From Bilingual to Multilingual


Dear LearnNow,

At what age is it appropriate for a bilingual child to begin learning a third language? Are there advantages or disadvantages to multilingualism?

Thank you,
Multilingual Mom

Dear Mom,

With knowledge of multiple languages becoming a prerequisite for success in an increasingly global world, your question is timely.

A growing body of research points to the facility of the brain in learning—and mentally organizing and differentiating between—languages. Some studies, like those by Mike Vitevich at the University of Kansas, suggest that the sound of a word provides enough information to figure out the language being spoken.

Meanwhile, it is well established in neuroscience that young children’s brains undergo rapid development that make learning during certain critical periods easier. As neuroscientist Richard Huganir, Ph.D., chair of the Department of Neuroscience at the Johns Hopkins University, notes: “Children’s brains from very early on are making connections to sounds, words and meaning. So we know, for example, that children learn languages much better between the ages of one to five.”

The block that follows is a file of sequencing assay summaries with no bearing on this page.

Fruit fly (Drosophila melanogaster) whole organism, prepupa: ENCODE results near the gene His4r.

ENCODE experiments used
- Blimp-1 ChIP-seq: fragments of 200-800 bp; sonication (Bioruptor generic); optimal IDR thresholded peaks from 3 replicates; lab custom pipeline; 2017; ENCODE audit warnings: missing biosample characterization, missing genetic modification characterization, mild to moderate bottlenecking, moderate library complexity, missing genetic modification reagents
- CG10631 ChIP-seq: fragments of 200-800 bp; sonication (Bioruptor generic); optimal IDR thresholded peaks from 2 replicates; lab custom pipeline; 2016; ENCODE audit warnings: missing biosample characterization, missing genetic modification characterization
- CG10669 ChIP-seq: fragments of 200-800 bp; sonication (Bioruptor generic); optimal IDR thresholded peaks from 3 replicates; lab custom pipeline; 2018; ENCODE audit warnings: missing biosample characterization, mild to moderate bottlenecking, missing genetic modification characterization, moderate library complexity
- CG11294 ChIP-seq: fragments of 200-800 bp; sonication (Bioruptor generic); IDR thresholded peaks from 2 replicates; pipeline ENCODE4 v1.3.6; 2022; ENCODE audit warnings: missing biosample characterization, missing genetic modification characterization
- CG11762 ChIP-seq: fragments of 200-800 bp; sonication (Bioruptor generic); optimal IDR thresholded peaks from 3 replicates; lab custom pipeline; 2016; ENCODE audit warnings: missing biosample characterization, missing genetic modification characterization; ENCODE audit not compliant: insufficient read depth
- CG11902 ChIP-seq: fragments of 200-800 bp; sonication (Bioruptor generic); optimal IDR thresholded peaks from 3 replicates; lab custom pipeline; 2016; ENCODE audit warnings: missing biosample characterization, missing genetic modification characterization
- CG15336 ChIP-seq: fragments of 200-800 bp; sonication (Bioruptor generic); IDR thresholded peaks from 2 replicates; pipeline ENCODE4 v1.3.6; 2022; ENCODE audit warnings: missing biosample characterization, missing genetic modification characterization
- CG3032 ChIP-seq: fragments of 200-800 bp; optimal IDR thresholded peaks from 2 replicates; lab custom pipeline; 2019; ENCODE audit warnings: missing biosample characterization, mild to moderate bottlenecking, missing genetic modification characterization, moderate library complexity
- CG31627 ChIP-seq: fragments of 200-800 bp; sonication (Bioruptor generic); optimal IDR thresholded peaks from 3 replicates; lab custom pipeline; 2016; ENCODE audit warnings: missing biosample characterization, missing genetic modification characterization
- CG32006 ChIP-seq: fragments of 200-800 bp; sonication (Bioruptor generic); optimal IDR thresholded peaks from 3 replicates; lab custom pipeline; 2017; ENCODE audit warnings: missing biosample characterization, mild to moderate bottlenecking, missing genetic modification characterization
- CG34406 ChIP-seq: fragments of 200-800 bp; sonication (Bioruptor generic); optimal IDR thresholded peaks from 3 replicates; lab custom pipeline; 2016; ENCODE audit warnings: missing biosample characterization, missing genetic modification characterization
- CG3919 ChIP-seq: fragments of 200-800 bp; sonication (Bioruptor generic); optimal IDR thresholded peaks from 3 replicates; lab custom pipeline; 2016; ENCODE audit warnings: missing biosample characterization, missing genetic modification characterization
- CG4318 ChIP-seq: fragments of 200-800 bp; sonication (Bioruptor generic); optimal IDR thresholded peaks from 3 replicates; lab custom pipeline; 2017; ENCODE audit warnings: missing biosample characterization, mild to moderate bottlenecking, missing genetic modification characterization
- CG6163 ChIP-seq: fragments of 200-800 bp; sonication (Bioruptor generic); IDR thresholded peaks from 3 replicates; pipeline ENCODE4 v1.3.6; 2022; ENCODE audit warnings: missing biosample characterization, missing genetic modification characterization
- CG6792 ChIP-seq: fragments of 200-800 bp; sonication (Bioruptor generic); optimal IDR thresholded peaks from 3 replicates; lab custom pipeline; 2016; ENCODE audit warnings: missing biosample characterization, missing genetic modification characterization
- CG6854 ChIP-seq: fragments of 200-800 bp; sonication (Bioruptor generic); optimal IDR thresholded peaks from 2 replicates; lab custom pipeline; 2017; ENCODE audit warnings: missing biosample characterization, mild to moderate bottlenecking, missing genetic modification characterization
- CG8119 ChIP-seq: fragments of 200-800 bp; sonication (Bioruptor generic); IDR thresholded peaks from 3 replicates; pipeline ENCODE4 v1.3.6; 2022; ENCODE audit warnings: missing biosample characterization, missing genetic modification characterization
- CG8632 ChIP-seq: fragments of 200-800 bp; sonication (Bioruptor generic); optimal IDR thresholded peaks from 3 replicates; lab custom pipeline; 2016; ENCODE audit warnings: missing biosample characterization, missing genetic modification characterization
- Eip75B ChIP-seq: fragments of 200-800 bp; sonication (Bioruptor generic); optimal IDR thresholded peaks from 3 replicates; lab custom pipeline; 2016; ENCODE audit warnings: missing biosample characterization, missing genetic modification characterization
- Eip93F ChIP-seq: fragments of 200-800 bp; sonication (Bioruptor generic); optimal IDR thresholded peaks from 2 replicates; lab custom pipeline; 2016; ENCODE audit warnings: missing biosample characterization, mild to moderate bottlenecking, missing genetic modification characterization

LearnNow asked scientist, leading expert and LearnNow founding member Kathy Hirsh-Pasek, Ph.D., director of the Infant Language Laboratory at Temple University, for her view on when it might be best developmentally to introduce a new language. Here’s what Dr. Hirsh-Pasek advises:

The answer to that question is a bit complicated, as there are not many studies on children learning three languages. What we are starting to learn is that learning more than one language is really the norm around the world. In fact, two-thirds of children around the world are bilingual.

Learning more than one language is a serious advantage for children in that they have better ‘executive function skills,’ which means they are better in attention, inhibition and control than children learning only one language.

Recent research also suggests that while children tend to learn vocabulary in each language a little more slowly, the combined vocabulary is the same as that seen for children learning one language.

So, in the end, learning more than one language is a really good thing. While it is difficult to directly answer the question about three languages, I imagine that, as with other language development, earlier is better.

In the words of Dr. Vitevitch: “Parents who speak different languages should not worry that their children will be confused or somehow harmed by learning two languages.” Multilingualism is, in fact, a real boon.

Learn More

The Bilingual Advantage: An Interview with Ellen Bialystok,” by Claudia Dreifus, The New York Times, May 2011

Bilingual Minds,” Psychological Science in the Public Interest, by Bialystok, Fergus, Craik, Green and Gollan, December 2009

Kansas University Researcher Mike Vitevitch: Bilingualism No Big Deal for the Brain,” KU Life Span Institute